New York in New York County, New York — The American Northeast (Mid-Atlantic)
General George Washington led the ceremonies that historic day. Since that historic occasion the British have become our strongest ally.
This plaque, presented November 25, 2015, is a gift from the
Colonel Stephen J. Ryan, Commandant
Founded November 25, 1790 in honor of our 225th Anniversary this very day. Captain John Van Arsdale was one of the VCA founders.
Erected 2015 by Veterans Corps of Artillery-State of New York.
Topics. This memorial is listed in these topic lists: Forts and Castles • Fraternal or Sororal Organizations • War, US Revolutionary. A significant historical date for this entry is November 25, 1783.
Location. 40° 42.319′ N, 74° Touch for map. Marker is at or near this postal address: 26 Broadway, New York NY 10004, United States of America. Touch for directions.
Other nearby markers. At least 8 other markers are within walking distance of this marker. Peregrine Falcons in New York City (a few steps from this marker); 175th Anniversary of Greek Independence (a few steps from this marker); August 27, 1926 (a few steps from this marker); Francis Makemie (a few steps from this marker); July 2, 1926 (within shouting distance of this marker); June 13, 1927 (within shouting distance of this marker); November 11, 1927 (within shouting distance of this marker); 26 Broadway (within shouting distance of this marker). Touch for a list and map of all markers in New York.
Related marker. Click here for another marker that is related to this marker. This marker has replaced the linked marker.
1. Caption Found on Illustration No. 3.
At noon, on the 25th of November, 1783, General Washington entered the City of New York by the Bowery, then the only road from Harlem, while, at the same time, the British evacuated the city, and entering the ships that lay anchored in the harbor, unfurled their sails, and slowly sailed down the bay. The American Militia, under the command of General Knox, immediately took possession of the Fort, and
the Stars and Stripes, for the first time, after a seven years’ foreign occupation, were unfurled from its walls, a triumphant salute was fired by the corps of Artillery, and New York was again in possession of her citizens.
The British, departing by the provisions of an honorable treaty, employed the last moments of their presence in the city in the commission of a base and unmanly outrage. Unreeling the halyards of the flag-staff at Fort George, they knocked off the cleats and greased the pole, to prevent the hoisting of the American colors. They then evacuated the Fort, sure that the Stars and Stripes would not be hoisted until they were far out of sight of their folds.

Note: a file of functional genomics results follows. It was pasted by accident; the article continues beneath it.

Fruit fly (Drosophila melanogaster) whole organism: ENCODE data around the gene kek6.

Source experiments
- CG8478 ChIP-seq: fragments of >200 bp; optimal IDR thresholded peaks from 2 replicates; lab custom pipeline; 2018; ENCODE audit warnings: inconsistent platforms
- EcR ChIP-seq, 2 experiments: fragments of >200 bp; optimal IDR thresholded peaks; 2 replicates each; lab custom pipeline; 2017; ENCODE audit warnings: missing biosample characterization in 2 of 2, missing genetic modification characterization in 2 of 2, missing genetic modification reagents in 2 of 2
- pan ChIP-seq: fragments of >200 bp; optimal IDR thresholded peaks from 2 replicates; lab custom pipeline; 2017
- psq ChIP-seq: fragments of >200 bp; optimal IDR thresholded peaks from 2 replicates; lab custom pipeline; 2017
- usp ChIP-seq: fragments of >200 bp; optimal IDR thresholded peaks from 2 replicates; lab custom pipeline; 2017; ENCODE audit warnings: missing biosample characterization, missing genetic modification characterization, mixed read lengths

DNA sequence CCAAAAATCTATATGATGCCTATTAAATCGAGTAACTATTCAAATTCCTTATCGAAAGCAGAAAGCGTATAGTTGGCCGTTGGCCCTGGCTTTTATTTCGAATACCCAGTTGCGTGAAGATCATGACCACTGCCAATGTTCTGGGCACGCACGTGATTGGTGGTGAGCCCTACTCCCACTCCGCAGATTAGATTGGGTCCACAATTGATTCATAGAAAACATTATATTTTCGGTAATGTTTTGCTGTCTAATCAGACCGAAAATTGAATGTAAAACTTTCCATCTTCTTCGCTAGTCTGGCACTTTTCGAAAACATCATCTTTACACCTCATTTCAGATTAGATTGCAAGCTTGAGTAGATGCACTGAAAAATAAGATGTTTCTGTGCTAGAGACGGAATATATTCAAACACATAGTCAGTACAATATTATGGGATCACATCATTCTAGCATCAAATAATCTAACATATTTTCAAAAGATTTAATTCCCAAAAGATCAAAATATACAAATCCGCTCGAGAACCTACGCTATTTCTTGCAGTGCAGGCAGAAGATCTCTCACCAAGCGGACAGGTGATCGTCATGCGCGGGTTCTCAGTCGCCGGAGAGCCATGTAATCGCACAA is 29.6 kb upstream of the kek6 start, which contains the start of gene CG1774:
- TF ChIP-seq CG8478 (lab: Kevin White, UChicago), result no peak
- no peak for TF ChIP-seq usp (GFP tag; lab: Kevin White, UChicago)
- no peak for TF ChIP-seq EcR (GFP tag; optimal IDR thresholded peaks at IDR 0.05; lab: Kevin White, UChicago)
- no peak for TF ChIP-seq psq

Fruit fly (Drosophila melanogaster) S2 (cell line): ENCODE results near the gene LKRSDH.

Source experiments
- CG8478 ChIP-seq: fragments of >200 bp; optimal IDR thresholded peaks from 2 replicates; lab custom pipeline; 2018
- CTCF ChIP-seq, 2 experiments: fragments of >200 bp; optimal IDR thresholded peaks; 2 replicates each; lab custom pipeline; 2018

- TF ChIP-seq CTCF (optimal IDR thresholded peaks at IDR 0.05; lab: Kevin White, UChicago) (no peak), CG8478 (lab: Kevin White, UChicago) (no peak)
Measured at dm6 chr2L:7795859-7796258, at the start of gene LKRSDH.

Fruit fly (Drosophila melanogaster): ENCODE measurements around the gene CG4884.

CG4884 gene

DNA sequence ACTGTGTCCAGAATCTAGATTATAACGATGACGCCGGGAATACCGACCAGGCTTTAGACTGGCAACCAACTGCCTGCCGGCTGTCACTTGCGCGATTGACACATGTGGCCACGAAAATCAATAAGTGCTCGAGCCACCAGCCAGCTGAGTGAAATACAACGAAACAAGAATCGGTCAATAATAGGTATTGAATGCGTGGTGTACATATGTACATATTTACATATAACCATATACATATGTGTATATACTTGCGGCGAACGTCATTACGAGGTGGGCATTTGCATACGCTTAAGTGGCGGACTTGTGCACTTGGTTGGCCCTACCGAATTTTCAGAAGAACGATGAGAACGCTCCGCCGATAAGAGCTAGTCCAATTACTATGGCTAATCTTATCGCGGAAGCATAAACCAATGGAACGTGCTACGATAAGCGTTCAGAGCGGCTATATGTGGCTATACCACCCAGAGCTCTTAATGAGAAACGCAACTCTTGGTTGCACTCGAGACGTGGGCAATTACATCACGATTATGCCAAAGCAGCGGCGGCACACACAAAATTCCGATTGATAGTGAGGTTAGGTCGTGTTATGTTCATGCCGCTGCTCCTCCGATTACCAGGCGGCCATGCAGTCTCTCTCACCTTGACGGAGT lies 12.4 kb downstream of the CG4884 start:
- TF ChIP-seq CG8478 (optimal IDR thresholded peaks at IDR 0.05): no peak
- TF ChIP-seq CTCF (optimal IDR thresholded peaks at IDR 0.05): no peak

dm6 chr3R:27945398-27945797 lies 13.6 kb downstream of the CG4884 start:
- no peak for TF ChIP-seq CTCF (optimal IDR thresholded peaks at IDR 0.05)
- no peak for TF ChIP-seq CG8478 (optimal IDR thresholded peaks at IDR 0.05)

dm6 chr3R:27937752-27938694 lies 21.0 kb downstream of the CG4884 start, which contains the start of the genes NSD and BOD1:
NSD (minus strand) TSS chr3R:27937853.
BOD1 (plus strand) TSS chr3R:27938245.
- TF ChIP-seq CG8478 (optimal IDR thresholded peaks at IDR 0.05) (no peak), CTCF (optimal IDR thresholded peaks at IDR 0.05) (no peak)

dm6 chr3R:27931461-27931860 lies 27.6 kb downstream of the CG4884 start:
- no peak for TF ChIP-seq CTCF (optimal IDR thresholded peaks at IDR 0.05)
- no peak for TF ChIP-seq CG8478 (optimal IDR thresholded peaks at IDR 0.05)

The discovery of this act excited general indignation. David Van Arsdale, a sailor boy, attempted at once to climb the bare pole, but it was too slippery, and he failed in the attempt. Upon this, some of the bystanders ran precipitately to Goelet’s Hardware store, in Hanover Square, and procuring hammers, nails and other necessary tools, set to work, some to saw, some to split, and others to bore new cleats for the flag-staff.
Armed with these, the sailor boy tied the halyards around his waist, nailing the cleats above him right and left, ascended, reefed the halyards, and hoisted the flag to its place ; and, as the American colors reached the top of the mast, a salute of thirteen
—Issued at the office of PICTORAL WAR RECORD, 12 Chambers Street, New York.
— Submitted November 20, 2021.
2. Evacuation Day versus Thanksgiving
The American Revolution ended with the Treaty of Paris in September, 1783. This allowed the British time to organize their withdrawal which was set for noon in New York City, with Washington waiting just outside of the city. The signal for his entry was the lowering of the British Flag at modern day Battery Park.
Evacuation Day was celebrated as an American holiday, complete with greased pole climbing until the Civil War when President Lincoln called for Thanksgiving to be held on the last Thursday of November. The closeness of the two days to each other diminished Evacuation Day’s celebrations.
— Submitted November 25, 2021.
Credits. This page was last revised on November 25, 2021. It was originally submitted on October 3, 2021, by Devry Becker Jones of Washington, District of Columbia. This page has been viewed 184 times since then. It was the Marker of the Week November 21, 2021. Photos: 1, 2. submitted on October 3, 2021, by Devry Becker Jones of Washington, District of Columbia. 3, 4. submitted on November 20, 2021, by J. J. Prats of Powell, Ohio.